In August 2018, there were discussions at the Cabinet Lekgotla that indicated plans by the Ramaphosa's administration to reduce the number of public servants by 30,000 over the next three years. Reports indicated this would be accomplished by a combination of voluntary severance packages and layoffs in the process of restructuring government. The overall aim would be to reduce state spending by R20 billion. Although the restructuring itself will unlikely to take the form of layoffs and rather encourage early retirement, the effects could be the same. It will induce a brain drain and loss of critical technical skills in government. The idea was for public servants aged between 55 to 59 to be allowed to apply for early retirement from April 2019 until the end of September 2019. Government hardly offers a coherent roadmap on the steps to be taken in this direction.

President Cyril Ramaphosa & COSATU General Secretary, Bheki Ntshalintshali

Constraints to Ramaphosa’s Reform Agenda

It is the ANC that that will likely give Ramaphosa a hard time in his reform agenda, and he will find it hard to act contrary to its wishes. Now, his party lacks ideological coherence, it contains many disparate interests. Beyond elections, it does not have a shared objective about governance or how the economy should be reformed, or institutions of governance be reconfigured for high performance. This intra-party reality will present Ramaphosa with serious challenge after the 8 May elections. Ramaphosa’s ability to manoeuvre his way depends on the weight of the electoral margin the ANC will notch on the ballot box. Early 2018 when Ramaphosa announced his cabinet for the first time, the party had an influence in the process. Various Cabinet ministers who were associated with Zuma’s malfeasance and some who were known to be serial under-performers were back as ministers. Such a scenario could play itself out again after elections depending on whether he manages to improve the country’s margins.

If he does not improve on the 2014 results, where under Zuma’s leadership the party had 62% share of the votes, he will be viewed as having failed, and his authority could very well be curtailed. This will limit his flexibility and narrow his policy space to drive his own reform agenda, which now remains undefined. Those who oppose him within the party will become more emboldened as they will not see him as much of a factor of influence in swaying support for the ANC. If the party’s relative margin decline, with 2014 as a benchmark line, Ramaphosa will be a leader who took the party to new lows, even though this will be an effect of the country’s management under Zuma between 2009 and 2018. In an unlikely event that he improves the party’s fortunes above 62%, he will be a lot more emboldened to stamp his authority within the party and to govern unhindered.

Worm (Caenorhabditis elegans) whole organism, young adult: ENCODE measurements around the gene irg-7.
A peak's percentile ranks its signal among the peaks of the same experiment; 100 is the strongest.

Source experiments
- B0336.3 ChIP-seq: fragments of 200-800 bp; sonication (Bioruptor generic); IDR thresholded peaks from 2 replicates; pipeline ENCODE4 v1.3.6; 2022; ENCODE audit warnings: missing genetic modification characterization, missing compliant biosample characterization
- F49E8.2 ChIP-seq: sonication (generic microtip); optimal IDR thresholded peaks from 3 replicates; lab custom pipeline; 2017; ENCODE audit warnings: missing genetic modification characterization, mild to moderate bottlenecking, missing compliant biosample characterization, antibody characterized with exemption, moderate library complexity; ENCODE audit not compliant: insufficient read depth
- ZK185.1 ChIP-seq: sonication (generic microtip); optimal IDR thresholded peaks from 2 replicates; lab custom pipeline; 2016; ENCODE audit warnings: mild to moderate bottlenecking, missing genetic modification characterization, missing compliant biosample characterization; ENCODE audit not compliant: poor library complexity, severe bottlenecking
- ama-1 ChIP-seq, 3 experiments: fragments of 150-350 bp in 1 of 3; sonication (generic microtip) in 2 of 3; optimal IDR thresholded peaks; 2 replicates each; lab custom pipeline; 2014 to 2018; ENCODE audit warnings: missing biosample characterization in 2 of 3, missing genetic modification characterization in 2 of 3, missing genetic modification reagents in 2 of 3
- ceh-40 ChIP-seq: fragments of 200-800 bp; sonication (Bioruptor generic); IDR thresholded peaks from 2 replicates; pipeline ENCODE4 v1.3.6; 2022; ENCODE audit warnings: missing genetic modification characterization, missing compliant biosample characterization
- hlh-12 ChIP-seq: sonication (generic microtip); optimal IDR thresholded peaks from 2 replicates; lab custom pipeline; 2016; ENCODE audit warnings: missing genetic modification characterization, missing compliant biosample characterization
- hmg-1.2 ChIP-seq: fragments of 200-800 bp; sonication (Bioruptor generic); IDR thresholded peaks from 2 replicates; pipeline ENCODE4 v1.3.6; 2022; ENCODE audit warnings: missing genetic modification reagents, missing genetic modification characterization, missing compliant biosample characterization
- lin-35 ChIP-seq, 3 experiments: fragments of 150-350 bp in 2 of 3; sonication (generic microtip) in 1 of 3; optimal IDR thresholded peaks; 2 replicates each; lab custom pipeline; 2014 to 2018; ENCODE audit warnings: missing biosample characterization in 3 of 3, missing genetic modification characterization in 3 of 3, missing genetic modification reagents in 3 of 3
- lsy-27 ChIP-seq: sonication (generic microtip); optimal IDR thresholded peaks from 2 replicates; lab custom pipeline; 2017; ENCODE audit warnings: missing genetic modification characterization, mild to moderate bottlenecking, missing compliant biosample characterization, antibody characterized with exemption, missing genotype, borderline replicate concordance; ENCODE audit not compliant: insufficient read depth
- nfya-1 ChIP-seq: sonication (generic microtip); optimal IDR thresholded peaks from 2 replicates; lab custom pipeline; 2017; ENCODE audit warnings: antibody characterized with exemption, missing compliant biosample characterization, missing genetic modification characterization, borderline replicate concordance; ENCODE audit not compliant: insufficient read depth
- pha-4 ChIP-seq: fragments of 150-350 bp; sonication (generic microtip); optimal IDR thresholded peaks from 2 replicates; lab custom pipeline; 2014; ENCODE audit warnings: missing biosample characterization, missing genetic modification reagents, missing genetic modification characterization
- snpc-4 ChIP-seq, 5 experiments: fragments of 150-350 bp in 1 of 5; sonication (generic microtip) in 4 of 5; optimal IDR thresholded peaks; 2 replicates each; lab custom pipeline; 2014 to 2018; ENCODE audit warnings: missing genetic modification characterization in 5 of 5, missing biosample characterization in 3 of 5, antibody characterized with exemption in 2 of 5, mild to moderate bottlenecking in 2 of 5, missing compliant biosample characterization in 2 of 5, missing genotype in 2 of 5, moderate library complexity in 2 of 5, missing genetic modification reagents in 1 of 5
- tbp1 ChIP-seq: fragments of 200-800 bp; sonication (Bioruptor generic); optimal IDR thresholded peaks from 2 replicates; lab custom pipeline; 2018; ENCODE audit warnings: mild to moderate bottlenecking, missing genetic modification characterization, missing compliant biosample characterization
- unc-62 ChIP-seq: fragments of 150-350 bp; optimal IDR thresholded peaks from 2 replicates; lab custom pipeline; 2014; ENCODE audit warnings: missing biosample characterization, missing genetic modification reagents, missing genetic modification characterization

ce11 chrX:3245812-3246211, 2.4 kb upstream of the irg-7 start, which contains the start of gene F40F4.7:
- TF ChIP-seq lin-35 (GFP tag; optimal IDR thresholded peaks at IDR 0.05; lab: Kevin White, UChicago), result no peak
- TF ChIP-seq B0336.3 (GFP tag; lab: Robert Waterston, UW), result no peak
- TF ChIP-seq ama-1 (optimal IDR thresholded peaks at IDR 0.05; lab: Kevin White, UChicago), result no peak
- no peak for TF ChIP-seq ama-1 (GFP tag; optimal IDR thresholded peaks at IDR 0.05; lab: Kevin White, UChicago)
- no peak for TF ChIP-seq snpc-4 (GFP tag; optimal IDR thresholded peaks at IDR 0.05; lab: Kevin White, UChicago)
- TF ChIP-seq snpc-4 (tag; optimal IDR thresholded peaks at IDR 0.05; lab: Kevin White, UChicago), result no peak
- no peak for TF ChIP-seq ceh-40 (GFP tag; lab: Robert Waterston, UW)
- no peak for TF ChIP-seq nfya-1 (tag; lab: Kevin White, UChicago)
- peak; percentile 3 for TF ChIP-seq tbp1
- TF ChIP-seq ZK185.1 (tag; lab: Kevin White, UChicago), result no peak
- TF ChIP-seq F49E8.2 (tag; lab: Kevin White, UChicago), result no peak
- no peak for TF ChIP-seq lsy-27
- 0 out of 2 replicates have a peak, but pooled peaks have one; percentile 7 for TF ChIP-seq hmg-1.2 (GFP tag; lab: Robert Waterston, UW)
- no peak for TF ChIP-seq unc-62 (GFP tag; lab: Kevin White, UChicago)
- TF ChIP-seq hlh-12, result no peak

There are many unknowns. The party will hold its National General Council in 2020, where old factional wounds could open, and some of Ramaphosa’s policy proposals could come under question. The following year, 2021, will be consumed by local government elections.

No one knows yet what the intra-party dynamics will look like, and whether Ramaphosa will still have influence in the party. Given the unstable condition of the ANC and its strong urge to self-destruct, it is unthinkable that a leader of Ramaphosa’s calibre would last beyond the elective conference in 2022. 

Even if the ANC wins major gains on the 8 May elections, it will be difficult for Ramaphosa to exert himself in the matters of state, and at the same time achieve in uniting the ANC. Leading government successfully, however that is measured, may still not secure his political longevity if he fails to effectively govern his party. Doing both well is a miracle.

Mzukisi Qobo is Associate Professor: International Strategy & Business, Wits Business School.